The Federal Home Loan Bank Board is paying most of the cost of equipping four restaurants in its new building and in allowing the private restaurants' owner to purchase the equipment from its own company at a 50 percent markup with no competitive bidding.

The arrangement described yesterday at a hearing of the Senate subcommittee on Hospital and Urban Development Independent Agencies "raises conflict-of-interest questions," according to subcommittee chairman Sen. William Proxmire (D-Wis).

As a result of the arrangement, General Accounting Office representatives told Proxmire the Board is paying roughly 12 percent more for equipment and services to outfit the restaurants than they would if they did the work through the General Services Administration.

Under a lease agreement signed between the Board and the 1725 F Street corporation, the Board is paying 75 percent of the cost of outfitting four restaurants - including a cafeteria, a disco which operates in the evening, a snack bar and a French restaurant, all at the board building at 17th and G Streets NW.

The restaurant firm, owned by the same company that owns the Rive Gauche in Georgetown, pays the other 25 percent of the equipment cost. The lease also provides that equipment will be purchased from Alto. Inc., also owned by the Rive Gauche's owner. The common ownership is acknowedged in the lease.

"The net effect of this agreement," according to Richard W. Guttmann, director of the logistics and communications division of GAO - the congressional watching organization - "is that 1725 F Street was permitted to equip, furnish and complete the facilities without the benefit of competition."

Alto. Guttmann said, marks up the cost of equipment it buys and labor it provides to its subsidiary company by 50 percent. Markups generally cover operating costs and other overhead of a company, plus profit.

In answer to a question by Proxmire, Guttmann agreed that the restaurant owner company could be equipping its business as a "minimal" investment, once the payments to the related equipment firm are taken into account, considering the noncompetitive arrangements entered into by the two related companies. Guttmann said an audit by the Board of the cost incurred in outfitting the restaurant is essential.

Guttmann also told Proxmire that the 1725 F Street corporation was the only bidder left in the running to operate the restaurant after 39 other potential operators dropped out as the Board narrowed the criteria to specify that the restaurant must be French.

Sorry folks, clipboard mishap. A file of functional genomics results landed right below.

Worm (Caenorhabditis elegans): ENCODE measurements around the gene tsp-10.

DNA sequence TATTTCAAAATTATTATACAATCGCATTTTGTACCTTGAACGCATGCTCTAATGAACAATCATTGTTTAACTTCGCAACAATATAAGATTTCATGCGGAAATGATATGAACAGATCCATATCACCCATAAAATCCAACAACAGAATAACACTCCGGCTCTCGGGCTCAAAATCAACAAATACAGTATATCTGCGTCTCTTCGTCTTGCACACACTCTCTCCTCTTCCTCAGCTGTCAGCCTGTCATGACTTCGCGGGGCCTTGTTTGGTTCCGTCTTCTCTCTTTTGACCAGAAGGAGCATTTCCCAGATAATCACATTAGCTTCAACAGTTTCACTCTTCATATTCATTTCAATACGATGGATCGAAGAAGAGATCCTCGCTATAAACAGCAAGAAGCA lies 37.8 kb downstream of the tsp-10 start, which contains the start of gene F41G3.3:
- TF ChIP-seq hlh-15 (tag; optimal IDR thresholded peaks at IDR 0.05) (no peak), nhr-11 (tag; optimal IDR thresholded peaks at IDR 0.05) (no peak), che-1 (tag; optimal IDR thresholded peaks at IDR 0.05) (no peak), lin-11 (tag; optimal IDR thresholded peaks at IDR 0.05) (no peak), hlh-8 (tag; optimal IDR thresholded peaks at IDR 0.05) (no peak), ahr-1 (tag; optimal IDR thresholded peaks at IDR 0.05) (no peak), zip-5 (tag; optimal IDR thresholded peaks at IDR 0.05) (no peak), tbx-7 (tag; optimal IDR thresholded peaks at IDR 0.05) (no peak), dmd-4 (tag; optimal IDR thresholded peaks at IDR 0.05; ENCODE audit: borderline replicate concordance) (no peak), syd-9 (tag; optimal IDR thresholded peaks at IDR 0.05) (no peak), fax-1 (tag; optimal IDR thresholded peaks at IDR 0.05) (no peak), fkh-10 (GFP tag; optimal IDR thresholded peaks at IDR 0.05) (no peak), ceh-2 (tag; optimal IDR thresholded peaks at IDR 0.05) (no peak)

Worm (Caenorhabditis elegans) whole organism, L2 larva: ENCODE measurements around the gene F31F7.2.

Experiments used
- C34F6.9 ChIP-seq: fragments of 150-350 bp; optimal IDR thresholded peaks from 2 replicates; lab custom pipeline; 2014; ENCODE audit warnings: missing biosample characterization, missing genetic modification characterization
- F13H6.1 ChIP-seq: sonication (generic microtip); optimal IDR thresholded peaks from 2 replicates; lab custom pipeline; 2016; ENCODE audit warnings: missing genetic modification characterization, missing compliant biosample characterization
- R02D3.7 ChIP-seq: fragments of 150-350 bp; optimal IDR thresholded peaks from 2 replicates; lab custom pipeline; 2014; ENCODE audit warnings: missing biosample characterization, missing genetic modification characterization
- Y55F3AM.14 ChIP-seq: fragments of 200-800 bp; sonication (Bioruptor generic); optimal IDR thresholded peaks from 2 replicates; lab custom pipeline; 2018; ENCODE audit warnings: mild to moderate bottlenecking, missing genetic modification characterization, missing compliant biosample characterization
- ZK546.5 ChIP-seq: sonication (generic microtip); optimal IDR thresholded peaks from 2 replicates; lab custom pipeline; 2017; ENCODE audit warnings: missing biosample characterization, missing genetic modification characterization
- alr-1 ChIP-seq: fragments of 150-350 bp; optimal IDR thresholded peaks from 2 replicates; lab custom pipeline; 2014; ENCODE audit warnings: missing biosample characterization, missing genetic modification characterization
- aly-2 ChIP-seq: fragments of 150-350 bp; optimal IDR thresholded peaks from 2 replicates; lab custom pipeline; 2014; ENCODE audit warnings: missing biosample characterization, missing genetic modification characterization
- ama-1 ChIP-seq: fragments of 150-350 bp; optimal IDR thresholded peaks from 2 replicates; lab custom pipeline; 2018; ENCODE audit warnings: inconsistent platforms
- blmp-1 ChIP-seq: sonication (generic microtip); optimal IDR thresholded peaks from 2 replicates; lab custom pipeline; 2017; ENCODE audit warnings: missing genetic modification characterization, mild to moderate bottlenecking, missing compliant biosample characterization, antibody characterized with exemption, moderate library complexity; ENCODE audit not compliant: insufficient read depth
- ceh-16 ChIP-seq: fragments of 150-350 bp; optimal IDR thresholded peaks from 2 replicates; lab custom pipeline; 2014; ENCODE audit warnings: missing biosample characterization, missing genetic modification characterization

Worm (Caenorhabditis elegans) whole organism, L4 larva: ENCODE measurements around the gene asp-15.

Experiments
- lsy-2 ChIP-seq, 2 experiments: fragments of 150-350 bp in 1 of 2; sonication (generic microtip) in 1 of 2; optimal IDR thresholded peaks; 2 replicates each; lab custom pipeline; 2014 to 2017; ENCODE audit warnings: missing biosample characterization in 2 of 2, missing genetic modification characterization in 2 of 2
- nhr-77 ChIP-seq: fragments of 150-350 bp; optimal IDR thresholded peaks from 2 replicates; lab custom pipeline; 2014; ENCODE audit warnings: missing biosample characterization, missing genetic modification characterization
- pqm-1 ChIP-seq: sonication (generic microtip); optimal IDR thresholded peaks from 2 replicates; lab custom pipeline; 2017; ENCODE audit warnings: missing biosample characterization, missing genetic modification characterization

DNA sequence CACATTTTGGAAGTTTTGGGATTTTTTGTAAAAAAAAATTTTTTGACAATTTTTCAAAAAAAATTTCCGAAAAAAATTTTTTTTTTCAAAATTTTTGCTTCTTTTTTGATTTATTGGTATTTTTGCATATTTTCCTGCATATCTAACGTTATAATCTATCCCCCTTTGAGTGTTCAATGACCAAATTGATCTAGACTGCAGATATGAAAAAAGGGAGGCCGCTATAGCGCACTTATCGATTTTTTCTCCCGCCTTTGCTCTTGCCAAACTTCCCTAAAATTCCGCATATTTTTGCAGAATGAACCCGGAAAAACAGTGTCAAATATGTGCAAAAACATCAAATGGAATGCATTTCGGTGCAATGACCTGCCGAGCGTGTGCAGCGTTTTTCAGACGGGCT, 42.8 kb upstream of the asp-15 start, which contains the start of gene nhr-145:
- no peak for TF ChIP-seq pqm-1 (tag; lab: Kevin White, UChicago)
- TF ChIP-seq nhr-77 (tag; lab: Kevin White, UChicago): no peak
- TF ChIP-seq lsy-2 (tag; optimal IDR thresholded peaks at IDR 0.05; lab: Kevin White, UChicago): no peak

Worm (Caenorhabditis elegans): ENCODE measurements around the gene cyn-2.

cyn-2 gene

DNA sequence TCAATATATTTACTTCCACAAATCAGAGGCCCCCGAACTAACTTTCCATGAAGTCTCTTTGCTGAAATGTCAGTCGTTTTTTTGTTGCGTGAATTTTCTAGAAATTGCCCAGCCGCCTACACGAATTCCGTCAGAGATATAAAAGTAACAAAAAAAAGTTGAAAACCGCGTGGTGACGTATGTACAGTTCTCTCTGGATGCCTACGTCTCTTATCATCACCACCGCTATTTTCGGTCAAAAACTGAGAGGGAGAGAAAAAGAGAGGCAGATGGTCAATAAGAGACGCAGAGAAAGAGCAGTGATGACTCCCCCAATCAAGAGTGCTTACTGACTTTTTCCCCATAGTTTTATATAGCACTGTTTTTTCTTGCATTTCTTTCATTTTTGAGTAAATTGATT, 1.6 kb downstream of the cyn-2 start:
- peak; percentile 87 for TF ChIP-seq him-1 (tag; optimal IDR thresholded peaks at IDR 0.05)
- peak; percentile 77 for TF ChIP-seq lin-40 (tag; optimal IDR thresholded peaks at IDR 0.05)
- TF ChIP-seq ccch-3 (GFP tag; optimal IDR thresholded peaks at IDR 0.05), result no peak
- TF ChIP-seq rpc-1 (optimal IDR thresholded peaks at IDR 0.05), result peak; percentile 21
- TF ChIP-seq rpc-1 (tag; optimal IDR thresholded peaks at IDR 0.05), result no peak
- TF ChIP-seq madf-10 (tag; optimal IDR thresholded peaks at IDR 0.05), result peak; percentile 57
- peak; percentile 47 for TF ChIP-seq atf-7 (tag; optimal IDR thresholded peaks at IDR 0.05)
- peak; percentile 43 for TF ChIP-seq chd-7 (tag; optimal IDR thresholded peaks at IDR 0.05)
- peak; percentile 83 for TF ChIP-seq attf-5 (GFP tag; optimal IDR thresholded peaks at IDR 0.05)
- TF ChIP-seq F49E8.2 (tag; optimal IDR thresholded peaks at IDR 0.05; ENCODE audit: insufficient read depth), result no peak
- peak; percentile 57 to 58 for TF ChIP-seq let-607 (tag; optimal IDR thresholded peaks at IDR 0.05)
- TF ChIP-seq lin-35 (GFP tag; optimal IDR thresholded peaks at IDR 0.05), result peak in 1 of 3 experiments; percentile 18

Proxmire said that a "provident landlord" would have allowed the "wildest possible competition" for the leases. The process followed by the Board, he said, raises the possibility that the lease might have been "tailored" for the eventual recipient, as well as "conflict of interest questions."

Proxmire opened the hearing by noting that the $51 million structure at 17th and G streets was not paid for or furnished with taxpayers' money, but rather by assessing the member savings and loan institutions that the Board regulates.

"Consequently, although the taxpayer did not directly foot the bill, all those home owners or depositors who have dealt with the savings and loan associations regulated by the Board have paid for this structure," Proxmire said.

Proxmire also emphasized that the leases were negotiated before Robert H. McKinney, the board's present chairman, assumed office in 1977.

GAO and GSA officials disagreed at the hearing with McKinney on the cost of finishing and furnishing the building. J. Wayne Kulig, a GSA official, estimated that to do a "top job" and using "top level furnishings" purchased by GSA would have cost about $4 million. Guttmann said it cost the board $10.9 million to furnish, equip, and move into the building, a move that began in 1977.

McKinny disputed the methods used by GAO to compute the costs of finishing the building, asserting that the actual figure is roughly $4 million less than GAO's.

McKinney also asserted that "the price is fair" for the equipment and services being supplied in outfitting the restaurants. "If it's not, we can stop it," he told Proxmire. McKinney held out little hope that the 20-year lease negotiated with the restaurant concessionaire can be reopened to negotiate new terms. Guttmann, in his testimony, characterized the restaurant lease, which has the lowest square footage rate of any of the six leases signed, as being "favorable to the tenants."

Proxmire also asked McKinney to explain why another tenant, Frankie Welch or America, Inc. - a women's ready-to-wear fashion shop - had a lease that gives it three years of occupancy to no rent. McKinney said that the Welch firm had done all the interior work itself to finish and outfit its space and that that expense will be credited against a minimum rent. If Welch's revenues exceed a certain amount, McKinney said, Welch will pay a percentage of that amount.

A local savings and loan association, Proxmire said by way of summing up, "would have turned thumbs down on this transaction."